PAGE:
I have finally noticed that real issues are being dominated by issues that are minor and should not be of major importance. For instance, it seems to be the case that custom mount points for disks is redirecting the discussion to cloud-config (not necessary, see description of bug 1374115, that is really irrelevant, given the option to set waagen.conf settings and restarting the VM) and/or that the swap space issue is redirecting the discussion to assumptions and not facts (see description of bug 1374166. Fact is that a VM during provision is creating/mounting disks and/or swap space with the waagent script, and fact is that the settings at provisioning can be overridden by a change of waagent.conf and a restart).

    In short, in my humble opinion, emphasis should be on the really important issues and solutions thereof, not on some vague bug descriptions and/or vague conclusions of certain persons.

    The swap space issue is, ironically, an important issue (not for the sake of swap space, but for the sake of the waagent script, that ignores specific configurable settings in waagent.conf, if one other setting, being ResourceDisk.Format, is set to "n").

    In essence, one setting in configuration should not be able to discard other settings.

    Kind regards...

    PS I am working on a change in the waagent script, enabling creation and resizing of (persistent) swap space, by changing settings in the waagent.conf script. Note that it should be better to have a possibility to create and resize swap in the Azure portal, without having to restart the VM.

  • Stephen Zarkos commented  ·   ·  Flag as inappropriate


    >I do understand the cloud-init reference and, given that you state yourself that the "traditional method using waagent.conf is not working", I must emphasize that the solution for issues should not be (only) searched in cloud-init/cloud-config related improvements.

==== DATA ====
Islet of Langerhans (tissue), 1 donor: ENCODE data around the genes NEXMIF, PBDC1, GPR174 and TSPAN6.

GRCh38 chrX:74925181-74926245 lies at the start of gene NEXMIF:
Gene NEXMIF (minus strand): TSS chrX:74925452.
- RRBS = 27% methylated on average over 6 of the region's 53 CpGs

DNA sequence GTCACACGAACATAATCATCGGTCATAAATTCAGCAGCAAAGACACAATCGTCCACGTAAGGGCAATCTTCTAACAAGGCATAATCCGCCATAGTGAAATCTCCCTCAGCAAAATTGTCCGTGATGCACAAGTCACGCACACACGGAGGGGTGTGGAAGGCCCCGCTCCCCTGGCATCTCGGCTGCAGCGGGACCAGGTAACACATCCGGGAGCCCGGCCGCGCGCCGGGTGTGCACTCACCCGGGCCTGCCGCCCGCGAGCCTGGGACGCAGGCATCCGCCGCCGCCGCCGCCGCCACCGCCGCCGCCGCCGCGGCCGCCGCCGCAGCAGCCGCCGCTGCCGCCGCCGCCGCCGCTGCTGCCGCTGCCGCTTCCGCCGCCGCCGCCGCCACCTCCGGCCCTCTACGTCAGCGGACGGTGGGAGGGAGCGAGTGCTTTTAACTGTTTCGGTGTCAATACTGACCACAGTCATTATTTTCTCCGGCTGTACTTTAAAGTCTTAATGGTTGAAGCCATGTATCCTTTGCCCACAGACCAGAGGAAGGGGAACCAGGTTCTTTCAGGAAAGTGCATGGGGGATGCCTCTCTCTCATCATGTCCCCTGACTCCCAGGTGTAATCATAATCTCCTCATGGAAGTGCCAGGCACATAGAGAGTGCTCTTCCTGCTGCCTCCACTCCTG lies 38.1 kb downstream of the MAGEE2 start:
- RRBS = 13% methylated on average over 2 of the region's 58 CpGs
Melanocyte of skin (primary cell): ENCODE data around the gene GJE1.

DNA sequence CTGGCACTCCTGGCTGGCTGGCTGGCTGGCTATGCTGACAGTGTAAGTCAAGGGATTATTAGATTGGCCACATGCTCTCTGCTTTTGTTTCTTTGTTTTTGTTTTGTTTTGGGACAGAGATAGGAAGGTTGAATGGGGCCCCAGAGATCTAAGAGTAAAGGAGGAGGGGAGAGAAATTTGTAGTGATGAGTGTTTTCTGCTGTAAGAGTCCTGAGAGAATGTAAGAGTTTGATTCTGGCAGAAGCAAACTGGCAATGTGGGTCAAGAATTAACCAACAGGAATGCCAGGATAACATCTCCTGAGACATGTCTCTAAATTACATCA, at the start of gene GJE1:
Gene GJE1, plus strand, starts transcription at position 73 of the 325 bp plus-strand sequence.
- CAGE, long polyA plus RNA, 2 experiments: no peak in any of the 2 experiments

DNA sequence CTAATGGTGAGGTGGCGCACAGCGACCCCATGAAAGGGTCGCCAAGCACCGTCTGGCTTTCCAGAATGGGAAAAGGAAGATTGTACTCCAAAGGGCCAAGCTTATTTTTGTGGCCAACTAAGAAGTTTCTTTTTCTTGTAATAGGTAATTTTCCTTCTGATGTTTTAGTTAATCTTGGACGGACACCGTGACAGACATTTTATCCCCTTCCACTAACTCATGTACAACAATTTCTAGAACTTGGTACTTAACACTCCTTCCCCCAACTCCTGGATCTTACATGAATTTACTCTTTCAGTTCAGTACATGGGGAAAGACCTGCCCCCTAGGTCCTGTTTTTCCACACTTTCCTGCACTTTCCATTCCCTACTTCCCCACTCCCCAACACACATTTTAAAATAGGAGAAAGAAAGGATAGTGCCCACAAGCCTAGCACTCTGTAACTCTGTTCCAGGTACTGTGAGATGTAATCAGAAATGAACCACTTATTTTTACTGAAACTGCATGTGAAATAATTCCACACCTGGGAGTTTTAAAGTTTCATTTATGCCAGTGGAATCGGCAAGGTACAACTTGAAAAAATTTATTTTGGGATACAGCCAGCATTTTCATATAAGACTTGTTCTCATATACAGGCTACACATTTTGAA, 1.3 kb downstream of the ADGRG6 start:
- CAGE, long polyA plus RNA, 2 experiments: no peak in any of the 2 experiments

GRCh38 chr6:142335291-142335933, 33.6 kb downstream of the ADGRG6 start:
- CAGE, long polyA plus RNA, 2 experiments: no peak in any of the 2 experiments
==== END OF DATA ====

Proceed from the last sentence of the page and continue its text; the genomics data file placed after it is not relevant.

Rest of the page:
In the case of Ubuntu it must be. There is no good method to share the responsibility of configuring the resource disk and swap space between the two without hitting race conditions. Canonical chose to enhance their distribution by porting cloud-init, which is great for many users (particularly those coming from other clouds), but they need to also make things easier for those users like yourself who aren't using cloud-configs to configure their ephemeral disk.

    >For instance, the swap part of code in the AbstractDistro class will not be read (executed) at all, if ResourceDisk.Format=n.

    Sure, that would be an easy change, but to be clear that design is on purpose. The reason for having this in the agent is that the resource disk may need to be reformatted many times during the life of the VM, and so this is a dependency if you want to do swap correctly on Azure. If you want swap on an OS or data disk you can create this yourself and add the entry to fstab, but it won't be a very good experience compared to hosting it on the local temporary disk. Because it will be a bad experience, IMHO the agent should not support this.

    > Cooperation with Canonical to fix cloud-init related issues are not really effective, if the waagent script and corresponding waagent.conf is not working as intended by Microsoft.

    I do see what you're saying here. But the crux of the issue is that Provisioning.Enabled=n as it is set in Ubuntu images is actually working as intended. This obviously hands over control to cloud-init, which is also intentional as we want distributions to own (to some level) and enhance their offering on Azure. But if we are going to continue to do this then Canonical must resolve these issues you've mentioned.